AP Analysis: Success in March Tied to NBA-Caliber Talent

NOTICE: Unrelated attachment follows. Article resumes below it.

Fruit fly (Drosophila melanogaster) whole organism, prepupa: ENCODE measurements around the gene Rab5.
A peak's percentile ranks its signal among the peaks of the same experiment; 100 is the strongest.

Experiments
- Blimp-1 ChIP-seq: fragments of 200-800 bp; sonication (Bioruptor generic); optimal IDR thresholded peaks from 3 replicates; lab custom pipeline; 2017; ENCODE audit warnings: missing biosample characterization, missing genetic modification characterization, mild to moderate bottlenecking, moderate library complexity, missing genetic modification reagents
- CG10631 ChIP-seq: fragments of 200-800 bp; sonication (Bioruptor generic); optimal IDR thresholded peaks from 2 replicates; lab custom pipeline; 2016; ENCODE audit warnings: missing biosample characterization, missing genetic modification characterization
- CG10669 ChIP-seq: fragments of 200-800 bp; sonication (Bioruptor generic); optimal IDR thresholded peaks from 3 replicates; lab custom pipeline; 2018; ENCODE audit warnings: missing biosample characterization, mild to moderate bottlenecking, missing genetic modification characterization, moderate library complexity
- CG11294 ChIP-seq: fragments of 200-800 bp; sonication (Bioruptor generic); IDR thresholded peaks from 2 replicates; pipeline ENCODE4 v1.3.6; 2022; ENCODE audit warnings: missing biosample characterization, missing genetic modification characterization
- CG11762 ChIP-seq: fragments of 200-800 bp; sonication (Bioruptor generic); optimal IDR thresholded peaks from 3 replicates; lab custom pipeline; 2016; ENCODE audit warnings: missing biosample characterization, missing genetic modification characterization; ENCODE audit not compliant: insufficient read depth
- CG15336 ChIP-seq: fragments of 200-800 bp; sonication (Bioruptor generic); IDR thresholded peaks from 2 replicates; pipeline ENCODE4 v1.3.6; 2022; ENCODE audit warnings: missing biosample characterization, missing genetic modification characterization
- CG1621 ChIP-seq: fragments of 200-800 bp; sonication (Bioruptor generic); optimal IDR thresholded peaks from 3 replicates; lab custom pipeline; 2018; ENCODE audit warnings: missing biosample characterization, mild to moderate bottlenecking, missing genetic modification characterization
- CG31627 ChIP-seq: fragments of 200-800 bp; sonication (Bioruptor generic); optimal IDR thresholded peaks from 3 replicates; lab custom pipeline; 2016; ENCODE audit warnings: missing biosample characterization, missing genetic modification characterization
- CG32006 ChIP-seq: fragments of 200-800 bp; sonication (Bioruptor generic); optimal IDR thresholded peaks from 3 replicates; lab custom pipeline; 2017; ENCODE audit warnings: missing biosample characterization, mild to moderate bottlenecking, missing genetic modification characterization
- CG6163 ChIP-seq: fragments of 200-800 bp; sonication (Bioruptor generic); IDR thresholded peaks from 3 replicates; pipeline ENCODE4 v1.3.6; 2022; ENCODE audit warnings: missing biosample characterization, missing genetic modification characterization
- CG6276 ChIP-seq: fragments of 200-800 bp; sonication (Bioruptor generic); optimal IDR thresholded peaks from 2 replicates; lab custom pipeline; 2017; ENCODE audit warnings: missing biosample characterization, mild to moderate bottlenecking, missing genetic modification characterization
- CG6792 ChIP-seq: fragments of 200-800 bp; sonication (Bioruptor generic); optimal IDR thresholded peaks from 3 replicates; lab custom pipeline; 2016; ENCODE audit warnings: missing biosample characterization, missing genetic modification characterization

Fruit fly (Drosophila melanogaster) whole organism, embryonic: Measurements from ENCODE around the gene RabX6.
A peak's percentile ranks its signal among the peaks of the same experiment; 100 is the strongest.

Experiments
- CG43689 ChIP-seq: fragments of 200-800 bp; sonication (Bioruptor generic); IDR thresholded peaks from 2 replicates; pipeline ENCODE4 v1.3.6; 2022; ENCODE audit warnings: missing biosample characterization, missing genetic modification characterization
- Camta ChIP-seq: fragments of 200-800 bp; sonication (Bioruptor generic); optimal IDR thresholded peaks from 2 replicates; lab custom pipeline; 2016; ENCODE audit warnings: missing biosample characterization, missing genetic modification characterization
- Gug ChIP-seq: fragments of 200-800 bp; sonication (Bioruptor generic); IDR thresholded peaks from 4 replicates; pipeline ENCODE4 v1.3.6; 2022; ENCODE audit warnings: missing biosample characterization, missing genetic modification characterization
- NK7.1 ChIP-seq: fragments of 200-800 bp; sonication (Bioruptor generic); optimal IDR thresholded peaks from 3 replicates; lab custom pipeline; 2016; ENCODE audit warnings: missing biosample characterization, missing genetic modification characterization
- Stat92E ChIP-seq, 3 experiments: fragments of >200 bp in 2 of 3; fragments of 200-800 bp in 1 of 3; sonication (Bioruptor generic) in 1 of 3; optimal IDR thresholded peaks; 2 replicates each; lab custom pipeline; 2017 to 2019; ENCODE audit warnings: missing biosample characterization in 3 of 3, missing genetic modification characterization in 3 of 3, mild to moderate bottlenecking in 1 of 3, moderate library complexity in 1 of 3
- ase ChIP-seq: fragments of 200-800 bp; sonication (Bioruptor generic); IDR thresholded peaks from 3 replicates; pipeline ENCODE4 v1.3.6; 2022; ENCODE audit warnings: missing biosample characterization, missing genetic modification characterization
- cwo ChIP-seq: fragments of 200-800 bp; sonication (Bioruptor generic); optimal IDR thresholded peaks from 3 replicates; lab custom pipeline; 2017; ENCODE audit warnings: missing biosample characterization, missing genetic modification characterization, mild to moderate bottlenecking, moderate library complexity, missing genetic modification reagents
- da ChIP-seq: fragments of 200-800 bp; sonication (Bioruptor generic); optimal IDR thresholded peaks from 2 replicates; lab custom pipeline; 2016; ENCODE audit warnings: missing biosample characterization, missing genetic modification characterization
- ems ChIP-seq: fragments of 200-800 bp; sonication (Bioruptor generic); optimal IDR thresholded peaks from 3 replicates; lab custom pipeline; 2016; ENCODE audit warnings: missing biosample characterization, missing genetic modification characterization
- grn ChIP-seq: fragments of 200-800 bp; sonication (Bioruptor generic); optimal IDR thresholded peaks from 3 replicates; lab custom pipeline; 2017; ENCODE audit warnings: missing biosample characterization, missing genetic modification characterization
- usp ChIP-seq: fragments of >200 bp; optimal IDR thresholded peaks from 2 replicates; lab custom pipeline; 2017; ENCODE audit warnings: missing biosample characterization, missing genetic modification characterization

first_imgIn the 30 seasons since the NCAA Tournament started morphing into “March Madness,” 120 teams have traveled the road to the Final Four. That’s 120 unique formulas that have worked to make it onto college basketball’s biggest stage.For all the debate about what counts more toward building a championship program — great teams with veteran leaders and role players versus outstanding individual talent, even if that talent only makes a short pit stop in college before going to the pros — an Associated Press analysis of rosters found that one factor outweighs all else:The most surefire way to consistently advance deep into the tournament is by amassing players with enough NBA potential to leave college early.The AP analyzed rosters of every team to make the tournament at least 10 times over the last 30 years and saw a trend that goes beyond the anecdotes and occasional tales of magical runs that have underscored the storytelling driving this debate for decades. The conclusion, as succinctly summed up by Gonzaga coach Mark Few: “It’s not a big secret. If you want to win and advance in this tournament, you have to have NBA talent.”“You can get the NBA talent through recruiting one-and-dones, or you can do it through development,” Few said. “But whether it’s one-and-dones or two-and-dones, you have to have it.”This combination of photos shows Kentucky forward Anthony Davis, left, on March 31, 2012 and as a New Orleans Pelicans player on Jan. 23, 2016, in New Orleans. (AP Photos)A wealth of NBA talent has been the mainstay on perennial contenders such as Kentucky, Duke and Kansas, which are among the programs that stand out in the AP analysis. Of the 79 teams the AP charted (including seven that made fewer than 10 appearances but went to the Final Four at least once), those blue bloods, along with North Carolina and Connecticut, were the only programs that averaged nearly three wins — a trip to the Elite Eight — per tournament appearance since 1989. All of those teams were also in the top 10 of programs that had the most early entries in the NBA draft over the same span.And though this year’s Final Four is being touted as one in which experience and teamwork won out over NBA-ready talent, three of the teams in Minneapolis this week do, in fact, have underclassmen on the roster who could be first-round draft picks. Sophomores Jarrett Culver of Texas Tech and DeAndre Hunter of Virginia are potential lottery picks in this year’s NBA draft, and even Auburn made it this far with the help of now-injured sophomore Chuma Okeke, who is widely considered to have first-round ability.The reality only serves to heighten the debate about what is essentially the professionalization of college basketball. It’s an issue that has become increasingly fraught in the wake of FBI investigations that further reinforced the influence that big money, shoe companies and the prospects of pro stardom have on the college game.FILE – In this March 30, 2019, file photo, Texas Tech celebrates after a win against Gonzaga in the West Regional final in the NCAA Tournament in Anaheim, Calif. (AP Photo/Marcio Jose Sanchez, File)“There are some things that are wrong with it, things that take place that are inappropriate,” said Auburn coach Bruce Pearl , who himself has been previously banned by the NCAA and, more recently, has seen a handful of his Tigers assistants caught up in the current probe. “That’s the business of college basketball. The reason why the NCAA is involved in this is because it’s their job to monitor.”There are, of course, exceptions to the talent-equals-titles rule. This year’s Michigan State squad doesn’t appear to have any NBA-ready underclassmen on its roster, even though the Spartans are a program that traditionally draws that sort of talent.The Loyola-Chicagos, George Masons and VCUs of the world are the teams that prove, semi-regularly, that anything is possible, and are a big part of the reason the tournament captivates America every spring. But they are the outliers. The reality is that gritty, unselfish teamwork is nice, but raw talent is better.“It’s like when I go to (fried chicken restaurant) Grandy’s, do I want double mashed potatoes or mashed potatoes and corn?” said Texas Tech coach Chris Beard. “I want both. So we would love to have All-Americans and turn ’em into grinders.”As Gonzaga’s role in the sport has morphed from plucky underdog to perennial power over the past two decades, Few says he’s changed his strategy from one that emphasized roster building, to one that focuses on roster management.FILE – In this March 30, 2019, file photo, Virginia’s De’Andre Hunter dribbles past Purdue’s Grady Eifert (24) during the first half of the men’s NCAA Tournament in Louisville, Ky. (AP Photo/Michael Conroy, File)“The most important part of the year now is April and May,” he said, in a nod to the period when NBA-caliber players such as Rui Hachimura and Brandon Clarke make their decisions about whether to stay or go. “You project what they’re going to do, then you plan accordingly.”No program runs on the hamster wheel of quick turnover more than Kentucky. Not surprisingly, the Wildcats, thanks largely to the impact of the one and done factory John Calipari has been running for the past decade, have been to the tournament 29 times since 1989 and sent 45 players to NBA before they graduated. They average just shy of three victories per trip, and just shy of 1.7 early departures per year they’ve appeared. In the AP analysis, they are alone in their own quadrant of the data grid.Not included in the study are teams that didn’t make the tournament despite having one-and-done and other early-entry talent. Ben Simmons spent one year at LSU, and Markelle Fultz spent a season at Washington, but neither played in March Madness.On the other end of the spectrum, having NBA talent is no guarantee of success. Both Texas and Southern California have put more than a dozen early entry players into the league over the span of the study, but their victories-per-tournament average hovers around 1.And yet, the way the top programs have ensured consistent success, the analysis proves, is by repeatedly securing that kind of talent.FILE – In this March 30, 2019, file photo, members of Virginia celebrate after defeating Purdue 80-75 in overtime of the men’s NCAA Tournament college basketball South Regional final game in Louisville, Ky. (AP Photo/Michael Conroy, File)But there’s a chance everyone might have to recalibrate.With the NBA and its players union considering changes that could end one-and-done, and possibly allow players to go to the NBA straight from high school — the way the system worked for decades before 2006 — Kentucky’s path to success could be in peril.“I don’t know how it will play out, but we’ll try to be first in whatever we’re doing,” Calipari said.It’s not only the Wildcats who might need to adjust.Even programs like Michigan and UConn, which tend to keep players around longer, haven’t shied away from the realities of college basketball in the 2000s: one-and-dones drastically improve your outlook, like it or not.“We’ve never said we’re not going to take a one-and-done guy,” said Wolverines coach John Beilein, who leads a program that, in many ways, wrote the first chapter of the book on modern basketball when the Fab Five came through in the early 1990s. “But at the same time, we’re going to be very open with a young man, that if you’re coming, this is a destination. This is not a stopover.”Over the three decades the AP studied, Michigan averaged 2.375 wins in each of its 16 NCAA Tournament appearances, while sending 16 players early to the NBA.Like Beilein — and unlike Calipari — Duke’s Mike Krzyzewski is nowhere near as outspoken about embracing his school’s role as a place where the most talented players are welcome to camp out for a year before heading to the NBA.In 2015, the Blue Devils won the title with two freshmen who left to become lottery picks. (Jahlil Okafor and Justise Winslow). This year, the Blue Devils have three potential one-and-dones in Zion Williamson, Cam Reddish and R.J. Barrett.FILE – In this March 28, 2019, file photo, Gonzaga coach Mark Few yells during the first half the team’s NCAA men’s college basketball tournament West Region semifinal against Florida State in Anaheim, Calif. (AP Photo/Jae C. Hong, File)They came up 1 point short of the Final Four — agonizing, for sure, but hardly an indictment of a formula that has worked for decades.It’s a formula more schools would like to get their hands on.“We don’t shy away from that,” said Beard, who led Texas Tech to its first Final Four this year. “Our goal is to have a team at Texas Tech one day where every guy on the team is an NBA player. No doubt about it, to play on this stage, you have to have pros, and you’ve got to evaluate and recruit and develop them.”___By EDDIE PELLS and LARRY FENN Associated PressTweetPinShare0 Shareslast_img read more